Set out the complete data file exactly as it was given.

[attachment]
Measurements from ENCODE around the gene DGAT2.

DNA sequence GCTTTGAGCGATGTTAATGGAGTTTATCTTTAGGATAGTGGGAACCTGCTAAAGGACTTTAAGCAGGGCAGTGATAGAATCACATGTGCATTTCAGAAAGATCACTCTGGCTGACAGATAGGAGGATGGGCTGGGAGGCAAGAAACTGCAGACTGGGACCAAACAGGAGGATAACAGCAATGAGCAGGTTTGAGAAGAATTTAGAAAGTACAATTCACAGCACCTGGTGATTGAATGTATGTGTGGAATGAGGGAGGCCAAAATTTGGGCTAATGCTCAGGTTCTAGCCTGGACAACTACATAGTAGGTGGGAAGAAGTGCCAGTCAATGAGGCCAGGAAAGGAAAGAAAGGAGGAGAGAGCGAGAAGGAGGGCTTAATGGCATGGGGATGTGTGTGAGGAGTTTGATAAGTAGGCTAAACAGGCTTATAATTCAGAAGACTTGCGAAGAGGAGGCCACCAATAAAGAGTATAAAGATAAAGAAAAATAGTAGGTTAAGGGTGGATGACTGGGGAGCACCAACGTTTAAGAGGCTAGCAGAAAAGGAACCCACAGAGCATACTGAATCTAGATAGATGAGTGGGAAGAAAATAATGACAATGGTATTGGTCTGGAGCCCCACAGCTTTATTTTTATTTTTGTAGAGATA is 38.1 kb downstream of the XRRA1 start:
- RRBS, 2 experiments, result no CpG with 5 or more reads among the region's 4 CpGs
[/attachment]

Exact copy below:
Measurements from ENCODE around the gene DGAT2.

DNA sequence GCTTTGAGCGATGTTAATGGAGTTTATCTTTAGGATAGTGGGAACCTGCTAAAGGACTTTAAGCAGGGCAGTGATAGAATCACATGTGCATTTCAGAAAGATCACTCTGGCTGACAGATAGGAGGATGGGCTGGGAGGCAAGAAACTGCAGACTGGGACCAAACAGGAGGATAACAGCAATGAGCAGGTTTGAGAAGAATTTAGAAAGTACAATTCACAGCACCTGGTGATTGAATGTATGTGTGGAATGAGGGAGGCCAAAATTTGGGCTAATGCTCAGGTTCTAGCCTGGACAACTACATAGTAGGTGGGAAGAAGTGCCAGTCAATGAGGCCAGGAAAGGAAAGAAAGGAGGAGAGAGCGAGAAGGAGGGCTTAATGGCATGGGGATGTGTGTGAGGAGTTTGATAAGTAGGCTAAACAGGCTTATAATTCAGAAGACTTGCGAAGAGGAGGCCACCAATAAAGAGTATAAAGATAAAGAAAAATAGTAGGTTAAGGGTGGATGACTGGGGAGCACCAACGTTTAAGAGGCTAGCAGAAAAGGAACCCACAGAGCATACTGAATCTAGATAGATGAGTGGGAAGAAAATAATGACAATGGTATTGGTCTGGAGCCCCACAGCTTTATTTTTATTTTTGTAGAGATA is 38.1 kb downstream of the XRRA1 start:
- RRBS, 2 experiments, result no CpG with 5 or more reads among the region's 4 CpGs